Deeply, Desperately is the second in the author’s Lucy Valentine series. Set in Boston, the book is an interesting mix of mystery and chick lit. I liked all of the characters – and there are a lot – but there were just a few too many plot threads for me to give a more enthusiastic recommendation.
Lucy Valentine and her large family are direct descendants of Cupid. While everyone else in the family can read auras and identify people’s true loves, Lucy has a different ability. She’s a finder of lost loves. By making contact with a client and asking them to think some important object to their lost love, Lucy can identify where the object is.
Lucy has established a department in her family’s match-making business to locate lost loves. Business is booming, and Lucy is being followed by a reporter doing a series on the topic. Lucy’s business allows her to interact on a regular basis with private investigator Sean Donahue. Sean and Lucy are interested in each other, but are taking things slowly, really slowly, because of the family curse: None of the Valentines can have a happy romance.
I liked Lucy. She has a soft heart for those in need, loves her family, and is a loyal friend. Although she has a large trust fund, she doesn’t want to live on it, but instead chooses to prove herself in the family business. In the process of trying to find her clients’ lost loves, Lucy runs into other interesting people and meddles a bit in their lives, always with good intentions.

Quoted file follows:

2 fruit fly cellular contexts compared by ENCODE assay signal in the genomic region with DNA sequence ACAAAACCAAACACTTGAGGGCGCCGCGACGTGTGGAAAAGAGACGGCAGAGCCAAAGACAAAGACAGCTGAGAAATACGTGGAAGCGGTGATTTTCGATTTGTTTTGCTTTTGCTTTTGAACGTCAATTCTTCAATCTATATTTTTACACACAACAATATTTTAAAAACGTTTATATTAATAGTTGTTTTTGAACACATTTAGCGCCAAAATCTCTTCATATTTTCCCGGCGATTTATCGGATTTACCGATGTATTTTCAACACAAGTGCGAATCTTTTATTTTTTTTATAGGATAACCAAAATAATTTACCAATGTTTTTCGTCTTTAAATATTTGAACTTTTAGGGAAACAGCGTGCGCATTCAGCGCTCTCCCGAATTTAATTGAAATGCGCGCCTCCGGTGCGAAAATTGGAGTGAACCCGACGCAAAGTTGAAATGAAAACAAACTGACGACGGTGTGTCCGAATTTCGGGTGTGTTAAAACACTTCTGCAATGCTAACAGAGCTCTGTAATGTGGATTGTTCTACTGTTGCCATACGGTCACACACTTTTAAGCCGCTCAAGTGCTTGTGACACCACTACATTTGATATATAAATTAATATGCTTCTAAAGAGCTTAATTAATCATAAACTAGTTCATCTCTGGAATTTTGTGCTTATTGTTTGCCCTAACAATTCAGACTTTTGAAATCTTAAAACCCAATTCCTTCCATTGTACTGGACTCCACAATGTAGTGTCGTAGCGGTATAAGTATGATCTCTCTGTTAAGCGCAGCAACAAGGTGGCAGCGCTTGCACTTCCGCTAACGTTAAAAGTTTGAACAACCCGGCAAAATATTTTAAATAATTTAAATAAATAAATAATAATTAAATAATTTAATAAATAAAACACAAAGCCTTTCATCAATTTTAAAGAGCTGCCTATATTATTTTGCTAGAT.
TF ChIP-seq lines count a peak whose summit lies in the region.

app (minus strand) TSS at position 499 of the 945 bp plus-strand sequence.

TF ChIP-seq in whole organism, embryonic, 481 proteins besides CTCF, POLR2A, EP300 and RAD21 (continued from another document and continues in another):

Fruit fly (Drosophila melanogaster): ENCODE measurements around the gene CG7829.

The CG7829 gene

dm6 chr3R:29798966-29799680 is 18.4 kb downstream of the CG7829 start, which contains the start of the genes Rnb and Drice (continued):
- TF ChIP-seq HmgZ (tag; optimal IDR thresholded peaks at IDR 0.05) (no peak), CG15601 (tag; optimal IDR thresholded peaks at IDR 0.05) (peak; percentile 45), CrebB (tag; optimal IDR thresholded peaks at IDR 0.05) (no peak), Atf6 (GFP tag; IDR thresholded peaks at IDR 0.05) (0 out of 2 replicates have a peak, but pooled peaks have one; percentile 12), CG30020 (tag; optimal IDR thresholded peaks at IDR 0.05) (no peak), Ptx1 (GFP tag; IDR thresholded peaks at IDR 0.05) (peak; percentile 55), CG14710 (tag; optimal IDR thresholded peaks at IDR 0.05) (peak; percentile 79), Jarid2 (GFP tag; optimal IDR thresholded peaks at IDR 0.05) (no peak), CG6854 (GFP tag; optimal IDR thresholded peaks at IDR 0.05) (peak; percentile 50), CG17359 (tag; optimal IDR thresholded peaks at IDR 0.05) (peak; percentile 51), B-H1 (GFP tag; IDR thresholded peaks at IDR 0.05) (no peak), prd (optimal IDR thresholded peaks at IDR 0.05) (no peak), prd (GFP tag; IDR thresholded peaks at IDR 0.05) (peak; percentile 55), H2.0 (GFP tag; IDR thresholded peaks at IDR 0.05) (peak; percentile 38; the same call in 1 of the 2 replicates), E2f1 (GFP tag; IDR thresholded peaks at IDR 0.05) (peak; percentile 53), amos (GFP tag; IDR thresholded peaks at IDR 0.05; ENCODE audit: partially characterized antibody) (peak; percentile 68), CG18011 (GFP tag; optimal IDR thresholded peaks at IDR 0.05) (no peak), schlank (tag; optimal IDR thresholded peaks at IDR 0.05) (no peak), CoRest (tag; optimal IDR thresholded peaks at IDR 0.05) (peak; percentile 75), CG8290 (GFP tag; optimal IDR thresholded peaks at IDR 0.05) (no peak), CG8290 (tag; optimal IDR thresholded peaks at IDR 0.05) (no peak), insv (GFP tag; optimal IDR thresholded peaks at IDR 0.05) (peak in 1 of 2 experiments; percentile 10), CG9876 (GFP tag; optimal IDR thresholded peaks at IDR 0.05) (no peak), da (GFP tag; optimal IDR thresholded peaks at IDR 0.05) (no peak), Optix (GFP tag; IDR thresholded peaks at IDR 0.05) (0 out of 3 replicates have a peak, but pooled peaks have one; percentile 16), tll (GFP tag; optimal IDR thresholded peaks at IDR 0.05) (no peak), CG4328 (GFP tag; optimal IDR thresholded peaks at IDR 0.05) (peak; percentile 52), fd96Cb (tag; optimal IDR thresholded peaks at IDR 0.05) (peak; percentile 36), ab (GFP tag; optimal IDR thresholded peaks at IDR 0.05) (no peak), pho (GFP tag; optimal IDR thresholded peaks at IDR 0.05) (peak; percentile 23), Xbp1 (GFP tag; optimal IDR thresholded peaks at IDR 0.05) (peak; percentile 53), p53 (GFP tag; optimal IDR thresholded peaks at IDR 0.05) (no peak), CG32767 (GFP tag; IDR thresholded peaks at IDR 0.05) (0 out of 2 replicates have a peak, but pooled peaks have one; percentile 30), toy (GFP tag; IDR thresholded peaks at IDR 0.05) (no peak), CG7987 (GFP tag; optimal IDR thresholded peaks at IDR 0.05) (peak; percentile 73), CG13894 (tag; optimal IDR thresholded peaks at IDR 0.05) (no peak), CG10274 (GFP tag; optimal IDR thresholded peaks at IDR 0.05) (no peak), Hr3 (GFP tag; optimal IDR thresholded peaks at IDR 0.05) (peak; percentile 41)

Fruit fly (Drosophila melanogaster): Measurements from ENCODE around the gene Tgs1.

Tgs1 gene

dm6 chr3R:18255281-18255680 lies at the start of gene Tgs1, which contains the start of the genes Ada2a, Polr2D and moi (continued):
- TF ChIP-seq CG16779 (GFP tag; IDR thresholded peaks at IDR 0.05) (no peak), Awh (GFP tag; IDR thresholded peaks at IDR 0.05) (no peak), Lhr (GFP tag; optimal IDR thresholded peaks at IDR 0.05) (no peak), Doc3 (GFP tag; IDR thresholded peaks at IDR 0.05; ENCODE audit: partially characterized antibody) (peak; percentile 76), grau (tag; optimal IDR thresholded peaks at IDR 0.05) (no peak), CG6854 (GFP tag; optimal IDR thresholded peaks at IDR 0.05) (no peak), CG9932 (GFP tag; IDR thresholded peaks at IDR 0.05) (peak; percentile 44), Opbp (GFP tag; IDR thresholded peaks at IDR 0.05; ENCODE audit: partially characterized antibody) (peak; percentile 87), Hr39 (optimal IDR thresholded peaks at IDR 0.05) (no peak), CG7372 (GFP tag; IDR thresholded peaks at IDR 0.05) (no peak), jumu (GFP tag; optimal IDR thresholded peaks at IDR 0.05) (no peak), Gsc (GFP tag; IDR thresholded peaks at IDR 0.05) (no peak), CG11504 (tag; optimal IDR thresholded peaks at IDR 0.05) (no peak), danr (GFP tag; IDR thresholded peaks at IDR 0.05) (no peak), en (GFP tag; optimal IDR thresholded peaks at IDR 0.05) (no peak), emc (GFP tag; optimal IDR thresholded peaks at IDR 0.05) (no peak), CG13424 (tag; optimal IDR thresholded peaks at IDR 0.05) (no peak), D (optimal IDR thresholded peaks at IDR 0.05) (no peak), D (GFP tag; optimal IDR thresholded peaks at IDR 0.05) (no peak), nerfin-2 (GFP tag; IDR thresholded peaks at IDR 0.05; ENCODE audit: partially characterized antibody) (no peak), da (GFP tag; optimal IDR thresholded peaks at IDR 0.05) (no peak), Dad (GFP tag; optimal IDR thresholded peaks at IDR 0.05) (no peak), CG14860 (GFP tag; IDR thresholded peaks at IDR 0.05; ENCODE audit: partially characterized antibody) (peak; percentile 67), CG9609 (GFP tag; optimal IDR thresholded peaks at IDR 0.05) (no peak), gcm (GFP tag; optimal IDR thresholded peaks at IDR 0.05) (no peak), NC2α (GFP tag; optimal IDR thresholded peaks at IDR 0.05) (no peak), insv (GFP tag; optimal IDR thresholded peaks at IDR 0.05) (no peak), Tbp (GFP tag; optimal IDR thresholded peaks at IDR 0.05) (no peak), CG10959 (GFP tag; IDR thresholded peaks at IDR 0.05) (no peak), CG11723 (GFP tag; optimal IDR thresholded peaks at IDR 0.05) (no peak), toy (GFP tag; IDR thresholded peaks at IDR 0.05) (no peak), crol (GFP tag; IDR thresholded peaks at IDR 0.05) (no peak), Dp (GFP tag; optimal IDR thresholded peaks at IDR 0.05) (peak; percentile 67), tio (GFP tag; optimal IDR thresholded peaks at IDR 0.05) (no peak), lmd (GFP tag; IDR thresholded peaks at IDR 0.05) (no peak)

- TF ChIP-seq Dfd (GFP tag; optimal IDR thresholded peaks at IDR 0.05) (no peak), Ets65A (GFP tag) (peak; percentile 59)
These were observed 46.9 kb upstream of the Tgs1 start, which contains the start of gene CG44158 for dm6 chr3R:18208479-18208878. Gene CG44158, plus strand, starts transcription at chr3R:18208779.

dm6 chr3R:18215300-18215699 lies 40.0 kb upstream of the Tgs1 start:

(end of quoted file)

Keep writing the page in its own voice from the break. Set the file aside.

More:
Sean is more of a mystery. As is typical with chick lit, the book is told completely from Lucy’s first person POV. That isn’t necessarily a problem, but Sean and Lucy’s budding romance definitely takes a backseat to a myriad of other subplots. In fact, for large parts of the book Sean never appears.
I found most of the subplots and characters interesting, but there were just too many of both for me. Lucy’s father has a secret. Sean has a secret. The reporter following Lucy knows some secret about the Valentines. Lucy’s mother and grandmother are busy protesting and getting arrested. Lucy and a friend are spying on a third friend’s fiancée. And, as if all that wasn’t enough, Lucy is receiving threatening anonymous letters. And then, Lucy does have a few clients. At times, I just had problems keeping everything straight.
Now don’t get me wrong, all of these plots were interesting, and many were funny. But while they were enjoyable and featured a lot of clever dialog, nothing remarkable happened for a good part of the book. And then all of a sudden one of her cases became really interesting. And a number of the subplots heated up as well. I especially liked the growing friendship between Lucy and the female reporter.
While I enjoyed the book, there just seemed to be too much going on with Lucy’s business, her family, and her friends. Sean and his problems, as well as their potential romance, definitely took a back seat for most of the book.
If you’ve read and enjoyed the first book in the series, you may feel a stronger attachment to the characters than I did. That being said, this worked as a standalone for me, and I will definitely seek out future entries in the series.